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Trump Presses China On North Korea, Trade During Visit


Chinese President Xi Jinping (right) shakes hands with U.S. President Donald Trump during an event at the Great Hall of the People in Beijing on November 9.

U.S. President Donald Trump, who is on a state visit to China, has urged Beijing to use its influence to resolve the North Korean nuclear issue and stressed that bilateral trade had been unfair to the United States.

Trump spoke on November 9 alongside Chinese President Xi Jinping, announcing the signing of about $250 billion in commercial deals between U.S. and Chinese firms.

In recent months, Pyongyang has tested intercontinental ballistic missiles and carried out its sixth nuclear explosion, prompting Trump to warn in August of "fire and fury" in response to the North's moves.

Trump, who wants Xi to put further pressure on North Korea and its development of nuclear weapons, said that "China can fix this problem quickly and easily," calling on Beijing to cut financial ties with North Korea and also calling on Russia to help.

China is Pyongyang's main ally and trading partner.

Xi said China's economy -- the world's second-largest after the U.S. economy -- would become increasingly open and transparent to foreign firms, including those from the United States.

Trump has said he would use the three-day China visit to press Xi on Beijing's massive trade surplus with the United States, which was valued at $26.6 billion last month according to official Chinese data.

Trump made clear that he blamed his predecessors, not China, for the trade imbalance, and repeatedly praised Xi, calling him "a very special man."

In unprecedented treatment offered to a foreign leader, the welcoming ceremony outside Beijing's Great Hall of the People overlooking Tiananmen Square was broadcast live on state television.

Earlier on November 9, Xi said he had a thorough discussion with Trump and reached consensus on numerous issues of mutual concern. "For China, cooperation is the only real choice, only win-win can lead to an even better future," he said.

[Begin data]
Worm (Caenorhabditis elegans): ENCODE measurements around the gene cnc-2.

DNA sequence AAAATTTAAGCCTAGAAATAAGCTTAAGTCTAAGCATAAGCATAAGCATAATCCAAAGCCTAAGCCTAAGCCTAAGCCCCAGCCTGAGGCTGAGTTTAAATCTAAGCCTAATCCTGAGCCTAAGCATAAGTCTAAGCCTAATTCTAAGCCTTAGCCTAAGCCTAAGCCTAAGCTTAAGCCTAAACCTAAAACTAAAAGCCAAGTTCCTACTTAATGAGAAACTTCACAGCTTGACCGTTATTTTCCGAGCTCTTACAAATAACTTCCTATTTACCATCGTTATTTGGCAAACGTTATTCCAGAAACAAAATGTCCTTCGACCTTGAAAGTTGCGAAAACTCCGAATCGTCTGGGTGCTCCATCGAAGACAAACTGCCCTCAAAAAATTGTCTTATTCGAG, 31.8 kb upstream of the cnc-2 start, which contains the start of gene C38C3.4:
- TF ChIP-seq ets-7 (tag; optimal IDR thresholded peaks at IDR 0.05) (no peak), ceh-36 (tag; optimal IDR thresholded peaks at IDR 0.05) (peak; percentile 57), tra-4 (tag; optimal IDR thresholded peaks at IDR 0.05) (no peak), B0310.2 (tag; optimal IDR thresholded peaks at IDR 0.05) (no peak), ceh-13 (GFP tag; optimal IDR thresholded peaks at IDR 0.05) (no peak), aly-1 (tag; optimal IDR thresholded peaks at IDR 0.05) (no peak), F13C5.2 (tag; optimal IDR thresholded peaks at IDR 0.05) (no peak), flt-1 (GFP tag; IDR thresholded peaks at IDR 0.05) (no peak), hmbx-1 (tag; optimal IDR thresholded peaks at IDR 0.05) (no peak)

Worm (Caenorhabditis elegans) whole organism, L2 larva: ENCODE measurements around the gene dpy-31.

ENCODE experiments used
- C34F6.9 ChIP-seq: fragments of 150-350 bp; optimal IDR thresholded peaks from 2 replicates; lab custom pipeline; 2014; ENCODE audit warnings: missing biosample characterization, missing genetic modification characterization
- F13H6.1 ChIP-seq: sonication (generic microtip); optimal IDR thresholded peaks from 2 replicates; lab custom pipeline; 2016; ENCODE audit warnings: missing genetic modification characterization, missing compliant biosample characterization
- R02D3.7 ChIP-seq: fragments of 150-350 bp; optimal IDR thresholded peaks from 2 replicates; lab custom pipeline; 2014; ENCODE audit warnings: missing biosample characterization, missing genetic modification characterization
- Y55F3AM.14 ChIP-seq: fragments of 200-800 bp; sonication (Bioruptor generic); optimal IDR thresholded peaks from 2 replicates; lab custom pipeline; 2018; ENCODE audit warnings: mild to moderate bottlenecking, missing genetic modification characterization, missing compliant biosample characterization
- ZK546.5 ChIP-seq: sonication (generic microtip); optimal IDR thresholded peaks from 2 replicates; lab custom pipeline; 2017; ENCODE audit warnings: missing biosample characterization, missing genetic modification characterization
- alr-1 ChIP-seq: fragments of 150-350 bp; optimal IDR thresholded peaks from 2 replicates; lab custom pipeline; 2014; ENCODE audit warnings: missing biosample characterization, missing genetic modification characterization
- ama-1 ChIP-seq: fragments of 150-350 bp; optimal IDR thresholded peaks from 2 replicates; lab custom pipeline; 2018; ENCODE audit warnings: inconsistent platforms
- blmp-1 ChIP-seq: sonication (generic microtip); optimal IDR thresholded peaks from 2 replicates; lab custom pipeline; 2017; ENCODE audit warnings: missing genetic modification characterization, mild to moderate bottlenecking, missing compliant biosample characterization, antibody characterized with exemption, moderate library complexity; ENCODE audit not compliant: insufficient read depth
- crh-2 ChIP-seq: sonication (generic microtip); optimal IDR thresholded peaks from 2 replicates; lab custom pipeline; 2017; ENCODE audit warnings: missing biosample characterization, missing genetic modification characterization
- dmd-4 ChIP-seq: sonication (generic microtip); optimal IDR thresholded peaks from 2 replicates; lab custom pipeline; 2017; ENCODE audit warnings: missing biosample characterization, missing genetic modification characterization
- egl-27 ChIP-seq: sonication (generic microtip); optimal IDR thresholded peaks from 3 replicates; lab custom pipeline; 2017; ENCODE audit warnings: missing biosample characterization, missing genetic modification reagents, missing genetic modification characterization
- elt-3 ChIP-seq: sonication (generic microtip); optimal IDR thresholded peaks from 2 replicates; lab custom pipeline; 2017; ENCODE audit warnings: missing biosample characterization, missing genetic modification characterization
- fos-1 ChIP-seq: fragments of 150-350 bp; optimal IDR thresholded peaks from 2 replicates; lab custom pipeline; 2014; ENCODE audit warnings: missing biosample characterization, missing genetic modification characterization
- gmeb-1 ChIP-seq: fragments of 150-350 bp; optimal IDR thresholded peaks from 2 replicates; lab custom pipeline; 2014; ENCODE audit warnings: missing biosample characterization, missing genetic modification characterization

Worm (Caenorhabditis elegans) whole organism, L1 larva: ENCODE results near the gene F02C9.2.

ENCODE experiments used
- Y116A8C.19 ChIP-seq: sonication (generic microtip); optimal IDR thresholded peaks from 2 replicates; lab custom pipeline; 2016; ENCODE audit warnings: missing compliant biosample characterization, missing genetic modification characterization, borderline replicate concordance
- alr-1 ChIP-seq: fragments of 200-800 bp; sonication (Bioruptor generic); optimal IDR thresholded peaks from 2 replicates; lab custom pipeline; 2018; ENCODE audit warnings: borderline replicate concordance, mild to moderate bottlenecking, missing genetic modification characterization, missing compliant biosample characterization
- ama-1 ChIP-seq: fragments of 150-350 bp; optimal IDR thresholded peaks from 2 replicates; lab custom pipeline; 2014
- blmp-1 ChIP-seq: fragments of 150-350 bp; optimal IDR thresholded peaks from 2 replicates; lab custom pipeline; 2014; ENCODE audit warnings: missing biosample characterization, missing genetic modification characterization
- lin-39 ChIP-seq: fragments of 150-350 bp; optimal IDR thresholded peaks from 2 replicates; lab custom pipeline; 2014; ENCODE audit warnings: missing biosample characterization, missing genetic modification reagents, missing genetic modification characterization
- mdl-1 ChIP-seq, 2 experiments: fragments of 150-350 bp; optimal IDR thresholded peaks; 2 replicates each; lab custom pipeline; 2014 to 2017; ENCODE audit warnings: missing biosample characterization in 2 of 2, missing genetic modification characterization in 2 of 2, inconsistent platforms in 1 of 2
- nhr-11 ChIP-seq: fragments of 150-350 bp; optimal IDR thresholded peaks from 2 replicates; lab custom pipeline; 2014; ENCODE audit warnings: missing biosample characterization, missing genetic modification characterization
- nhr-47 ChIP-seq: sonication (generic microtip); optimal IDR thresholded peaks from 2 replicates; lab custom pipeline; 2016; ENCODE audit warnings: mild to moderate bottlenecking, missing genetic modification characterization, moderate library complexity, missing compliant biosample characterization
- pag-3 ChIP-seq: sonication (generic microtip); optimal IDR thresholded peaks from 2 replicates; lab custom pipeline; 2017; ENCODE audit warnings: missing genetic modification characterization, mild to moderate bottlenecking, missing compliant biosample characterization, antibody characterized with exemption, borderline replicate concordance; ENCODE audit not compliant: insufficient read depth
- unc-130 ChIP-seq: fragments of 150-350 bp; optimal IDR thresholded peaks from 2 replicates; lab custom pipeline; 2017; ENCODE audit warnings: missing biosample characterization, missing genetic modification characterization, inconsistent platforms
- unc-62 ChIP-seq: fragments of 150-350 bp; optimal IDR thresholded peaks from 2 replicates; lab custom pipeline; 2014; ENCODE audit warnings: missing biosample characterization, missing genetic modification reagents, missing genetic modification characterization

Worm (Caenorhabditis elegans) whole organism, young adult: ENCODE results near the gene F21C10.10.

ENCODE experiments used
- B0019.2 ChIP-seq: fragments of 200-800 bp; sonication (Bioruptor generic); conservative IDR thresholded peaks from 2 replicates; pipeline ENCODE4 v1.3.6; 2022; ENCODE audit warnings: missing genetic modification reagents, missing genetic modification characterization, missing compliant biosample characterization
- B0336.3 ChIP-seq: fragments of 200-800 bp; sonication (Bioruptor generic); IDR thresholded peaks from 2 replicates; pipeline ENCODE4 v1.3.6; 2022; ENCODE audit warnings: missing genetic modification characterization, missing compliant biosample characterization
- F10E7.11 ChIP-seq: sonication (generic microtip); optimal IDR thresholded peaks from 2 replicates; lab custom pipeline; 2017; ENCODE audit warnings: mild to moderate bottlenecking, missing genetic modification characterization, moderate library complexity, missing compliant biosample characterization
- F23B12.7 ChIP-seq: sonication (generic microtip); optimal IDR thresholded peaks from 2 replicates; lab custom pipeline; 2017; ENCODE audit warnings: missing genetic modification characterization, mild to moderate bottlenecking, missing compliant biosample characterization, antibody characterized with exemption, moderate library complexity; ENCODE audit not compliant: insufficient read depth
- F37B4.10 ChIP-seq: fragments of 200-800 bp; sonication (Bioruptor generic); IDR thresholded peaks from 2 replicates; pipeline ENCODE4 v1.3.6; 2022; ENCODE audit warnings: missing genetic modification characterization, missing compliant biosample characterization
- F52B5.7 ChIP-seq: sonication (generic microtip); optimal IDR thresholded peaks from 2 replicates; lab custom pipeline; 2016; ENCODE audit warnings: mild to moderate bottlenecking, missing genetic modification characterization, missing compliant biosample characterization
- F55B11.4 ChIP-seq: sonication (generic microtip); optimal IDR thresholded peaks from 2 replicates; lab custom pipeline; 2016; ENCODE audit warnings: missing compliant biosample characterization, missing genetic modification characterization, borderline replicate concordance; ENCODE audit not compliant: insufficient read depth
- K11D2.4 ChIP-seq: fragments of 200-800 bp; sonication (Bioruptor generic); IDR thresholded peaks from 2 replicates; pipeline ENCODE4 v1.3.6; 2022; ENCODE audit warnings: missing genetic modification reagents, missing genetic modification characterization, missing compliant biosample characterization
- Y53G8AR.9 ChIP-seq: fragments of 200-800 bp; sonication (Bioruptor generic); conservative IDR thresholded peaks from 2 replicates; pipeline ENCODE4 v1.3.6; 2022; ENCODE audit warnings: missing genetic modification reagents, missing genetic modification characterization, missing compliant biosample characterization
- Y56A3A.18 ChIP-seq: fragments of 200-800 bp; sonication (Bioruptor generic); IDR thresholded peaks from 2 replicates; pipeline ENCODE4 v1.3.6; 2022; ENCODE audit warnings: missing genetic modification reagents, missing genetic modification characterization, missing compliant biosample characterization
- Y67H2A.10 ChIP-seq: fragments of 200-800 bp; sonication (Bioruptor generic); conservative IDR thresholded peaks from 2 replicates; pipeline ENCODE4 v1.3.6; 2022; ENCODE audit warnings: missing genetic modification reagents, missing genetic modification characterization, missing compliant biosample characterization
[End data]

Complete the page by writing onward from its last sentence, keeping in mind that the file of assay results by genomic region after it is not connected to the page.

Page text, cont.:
Trump blasted China's trade practices during the 2016 U.S. presidential campaign and threatened to take action once in office.

But he has since refrained from any major trade penalties, making clear he was giving Beijing an opportunity to make progress on the North Korea issue.

Trump is to travel on November 10 to Vietnam, where he is scheduled to deliver a speech to leaders at the Asia-Pacific Economic Cooperation (APEC) summit.

Russian President Vladimir Putin had also been scheduled to address the 21-country forum on November 10, but his speech has reportedly been canceled.

Kremlin aide Yury Ushakov said on November 9 that Putin and Trump were "most likely" to hold a meeting on November 10 on the sidelines of the summit.

However, U.S. Secretary of State Rex Tillerson said no decision had been made on whether Trump will have formal talks with Putin at the summit.

Tillerson, who is accompanying Trump on his Asia tour and spoke to reporters in Beijing, said the question was whether a Trump-Putin meeting would have sufficient substance.

Trump said earlier that he expected to meet with Putin during his Asia tour, and Russian Foreign Minister Sergei Lavrov said on November 8 that Putin was "ready" for such a meeting and "the Americans know that."

With reporting by Reuters, AP, AFP, Interfax, and RIA Novosti
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